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It’s election time, and with that comes the annual crop of political signs, popping up like pesky dandelions across the countryside. We’ve been fortunate in San Juan County. A well-meaning ordinance – now de-toothed by a recent court action – combined with strong local sentiment has kept our sign infection at a minimum.
Political signs, according to San Juan County land use code, are permitted, so long as they are put up not more than forty-five days before an election and taken down within three days after. It seemed like a good idea back in 1998, when the ordinance was adopted. Nobody wanted to see the landscape permanently blighted with signs, especially in a community such as ours, a place people come for the natural environment and rural appearance. Constraining signs to a well-defined time period seemed like a reasonable compromise.
Political signs do serve a purpose. In a rural area, where radio or TV spots aren’t practical, yard signs may be the only way for a candidate to get his or her name out there. Anecdotal stories about the unexpected election of candidates with no qualifications but familiar-sounding names suggest that people are, indeed, more likely to vote for a name they’ve seen often than for one they’ve never seen.
Political strategists say that supporters love political signs. Supporters of a measure or a candidate may not have time to campaign, but they can show their allegiance by sticking a sign in their yard. A corollary of this phenomenon is that some voters are influenced less by the content of signs than by their location. If someone they respect is proudly sporting a yard sign, the voter may be more inclined to vote the same way.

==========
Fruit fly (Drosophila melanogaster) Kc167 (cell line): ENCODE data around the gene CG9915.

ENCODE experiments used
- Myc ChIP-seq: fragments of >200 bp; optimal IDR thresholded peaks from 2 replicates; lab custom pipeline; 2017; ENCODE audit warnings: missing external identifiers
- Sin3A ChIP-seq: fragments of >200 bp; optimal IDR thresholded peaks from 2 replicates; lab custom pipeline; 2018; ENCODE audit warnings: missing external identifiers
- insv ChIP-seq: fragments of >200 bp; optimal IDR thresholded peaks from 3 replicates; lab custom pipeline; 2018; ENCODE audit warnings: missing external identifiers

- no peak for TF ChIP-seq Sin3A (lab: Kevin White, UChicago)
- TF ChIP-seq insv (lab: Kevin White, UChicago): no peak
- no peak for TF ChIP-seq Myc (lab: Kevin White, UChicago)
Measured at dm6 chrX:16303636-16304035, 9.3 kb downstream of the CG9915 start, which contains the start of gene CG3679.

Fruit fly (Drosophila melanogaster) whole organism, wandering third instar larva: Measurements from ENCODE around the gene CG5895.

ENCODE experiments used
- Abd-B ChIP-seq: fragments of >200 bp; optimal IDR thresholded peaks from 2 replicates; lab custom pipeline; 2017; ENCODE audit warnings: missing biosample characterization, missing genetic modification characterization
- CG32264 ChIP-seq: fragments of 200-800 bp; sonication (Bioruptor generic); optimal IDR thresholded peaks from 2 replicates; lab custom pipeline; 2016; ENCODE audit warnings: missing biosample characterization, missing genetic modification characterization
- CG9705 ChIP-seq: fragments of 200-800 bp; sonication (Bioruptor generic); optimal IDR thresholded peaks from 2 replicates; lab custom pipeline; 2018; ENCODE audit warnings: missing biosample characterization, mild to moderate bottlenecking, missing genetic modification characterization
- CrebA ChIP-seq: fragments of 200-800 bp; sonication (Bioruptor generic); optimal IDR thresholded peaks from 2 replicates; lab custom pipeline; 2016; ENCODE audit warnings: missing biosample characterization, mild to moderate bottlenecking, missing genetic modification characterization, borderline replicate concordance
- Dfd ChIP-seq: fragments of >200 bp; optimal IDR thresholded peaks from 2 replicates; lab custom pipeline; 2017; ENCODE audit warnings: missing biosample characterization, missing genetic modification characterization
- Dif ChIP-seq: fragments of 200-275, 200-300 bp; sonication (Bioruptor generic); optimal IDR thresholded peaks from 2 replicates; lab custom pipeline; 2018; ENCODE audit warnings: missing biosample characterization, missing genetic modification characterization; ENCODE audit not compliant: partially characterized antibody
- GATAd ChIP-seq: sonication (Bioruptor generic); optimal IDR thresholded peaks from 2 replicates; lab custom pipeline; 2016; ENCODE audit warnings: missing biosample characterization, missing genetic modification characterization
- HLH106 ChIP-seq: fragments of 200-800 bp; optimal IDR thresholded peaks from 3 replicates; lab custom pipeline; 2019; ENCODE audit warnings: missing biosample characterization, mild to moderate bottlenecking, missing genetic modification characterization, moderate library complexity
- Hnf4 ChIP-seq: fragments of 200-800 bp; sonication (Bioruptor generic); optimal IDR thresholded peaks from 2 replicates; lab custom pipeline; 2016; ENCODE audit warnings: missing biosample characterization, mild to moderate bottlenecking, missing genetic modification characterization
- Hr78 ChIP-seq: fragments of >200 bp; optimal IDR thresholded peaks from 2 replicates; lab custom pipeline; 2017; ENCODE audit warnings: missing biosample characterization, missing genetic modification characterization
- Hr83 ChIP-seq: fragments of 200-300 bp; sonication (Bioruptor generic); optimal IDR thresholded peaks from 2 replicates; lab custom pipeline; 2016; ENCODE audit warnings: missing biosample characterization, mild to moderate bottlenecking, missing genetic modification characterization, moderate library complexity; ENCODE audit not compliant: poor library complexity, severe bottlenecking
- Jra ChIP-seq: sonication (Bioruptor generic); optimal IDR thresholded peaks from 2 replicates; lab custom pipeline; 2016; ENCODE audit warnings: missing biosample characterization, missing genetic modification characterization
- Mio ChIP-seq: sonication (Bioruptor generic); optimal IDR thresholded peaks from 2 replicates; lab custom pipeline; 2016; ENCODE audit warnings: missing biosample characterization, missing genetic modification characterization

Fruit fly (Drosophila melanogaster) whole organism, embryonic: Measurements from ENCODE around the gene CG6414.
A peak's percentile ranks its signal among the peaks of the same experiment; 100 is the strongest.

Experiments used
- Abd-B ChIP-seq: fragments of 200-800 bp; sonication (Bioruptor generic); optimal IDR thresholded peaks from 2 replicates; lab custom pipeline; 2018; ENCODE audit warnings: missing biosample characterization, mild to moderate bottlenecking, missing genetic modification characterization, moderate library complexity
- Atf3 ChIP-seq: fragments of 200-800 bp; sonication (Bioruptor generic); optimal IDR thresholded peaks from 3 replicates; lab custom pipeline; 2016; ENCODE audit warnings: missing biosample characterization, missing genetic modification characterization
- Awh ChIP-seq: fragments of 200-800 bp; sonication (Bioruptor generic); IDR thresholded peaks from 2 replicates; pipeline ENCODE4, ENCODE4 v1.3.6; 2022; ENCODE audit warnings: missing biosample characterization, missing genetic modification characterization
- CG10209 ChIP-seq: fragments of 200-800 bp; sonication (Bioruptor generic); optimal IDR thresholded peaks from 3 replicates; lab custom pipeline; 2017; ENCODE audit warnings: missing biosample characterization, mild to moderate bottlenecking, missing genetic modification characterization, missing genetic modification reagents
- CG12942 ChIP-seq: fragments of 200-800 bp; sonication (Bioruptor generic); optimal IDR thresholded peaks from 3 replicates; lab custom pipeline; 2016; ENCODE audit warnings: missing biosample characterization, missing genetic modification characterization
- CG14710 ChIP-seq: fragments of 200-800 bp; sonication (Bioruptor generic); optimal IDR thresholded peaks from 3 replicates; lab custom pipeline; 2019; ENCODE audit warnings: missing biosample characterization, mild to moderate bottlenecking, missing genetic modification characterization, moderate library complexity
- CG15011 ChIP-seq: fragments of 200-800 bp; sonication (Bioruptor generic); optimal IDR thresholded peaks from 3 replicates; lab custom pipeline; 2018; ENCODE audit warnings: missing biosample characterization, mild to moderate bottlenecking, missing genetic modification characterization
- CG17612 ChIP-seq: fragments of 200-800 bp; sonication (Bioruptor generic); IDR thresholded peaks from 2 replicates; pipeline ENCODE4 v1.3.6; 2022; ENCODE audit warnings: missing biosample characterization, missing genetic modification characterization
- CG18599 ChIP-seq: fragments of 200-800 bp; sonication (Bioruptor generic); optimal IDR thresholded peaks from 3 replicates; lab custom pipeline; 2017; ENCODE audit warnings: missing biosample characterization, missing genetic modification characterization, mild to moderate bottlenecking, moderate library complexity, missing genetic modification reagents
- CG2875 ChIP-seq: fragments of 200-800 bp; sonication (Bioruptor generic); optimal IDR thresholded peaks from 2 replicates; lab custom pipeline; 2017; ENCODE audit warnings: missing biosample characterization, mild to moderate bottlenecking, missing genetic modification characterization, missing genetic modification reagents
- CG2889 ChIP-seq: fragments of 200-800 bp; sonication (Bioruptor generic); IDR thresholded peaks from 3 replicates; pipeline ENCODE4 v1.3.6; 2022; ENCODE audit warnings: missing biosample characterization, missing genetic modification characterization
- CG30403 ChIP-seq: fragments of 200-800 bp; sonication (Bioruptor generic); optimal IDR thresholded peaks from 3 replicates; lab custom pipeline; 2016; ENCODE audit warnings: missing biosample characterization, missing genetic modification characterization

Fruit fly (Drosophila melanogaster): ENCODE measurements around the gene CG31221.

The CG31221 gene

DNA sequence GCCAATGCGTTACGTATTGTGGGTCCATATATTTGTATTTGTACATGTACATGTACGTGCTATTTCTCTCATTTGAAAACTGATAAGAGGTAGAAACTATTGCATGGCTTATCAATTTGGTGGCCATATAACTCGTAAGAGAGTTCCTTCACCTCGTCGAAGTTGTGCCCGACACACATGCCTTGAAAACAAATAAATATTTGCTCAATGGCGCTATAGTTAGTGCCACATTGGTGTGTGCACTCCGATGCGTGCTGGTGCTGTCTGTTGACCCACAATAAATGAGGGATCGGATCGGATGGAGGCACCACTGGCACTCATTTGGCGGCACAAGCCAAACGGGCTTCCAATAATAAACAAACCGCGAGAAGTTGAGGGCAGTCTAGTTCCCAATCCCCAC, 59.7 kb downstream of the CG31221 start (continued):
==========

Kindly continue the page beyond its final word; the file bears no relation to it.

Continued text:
Other political strategists opine that signs have little, if any, effect on how people vote. The small effect they do have may be offset by the votes they lose because of other voters’ distaste for signs. Resources spent buying and locating signs could better be used, many campaign managers argue, on doorbelling and direct mail.
As an administrator of elections, I like yard signs because they remind people there’s an election coming up. Not so much in some mainland locations, where signs go up eighteen months before an election. But San Juan County’s law – given recent events, let’s just call it a “guideline” – because it limits the duration of the signage, effectively alerts people that it’s almost time to vote.
Of course, the reason courts have struck down San Juan County’s, as well as other, political signage laws is that limiting signage infringes on free speech. Like babies and apple pie, free speech is something you don’t mess with.
San Juan County’s political sign ordinance has never been enforced. Still, it has become a time-honored local tradition to limit the amount of time political signs are displayed, and to politely remove them as soon as possible after an election is over. We may someday look back on those days wistfully. Or maybe a short-lived law will have created an enduring local tradition. Only time, and candidates, will tell.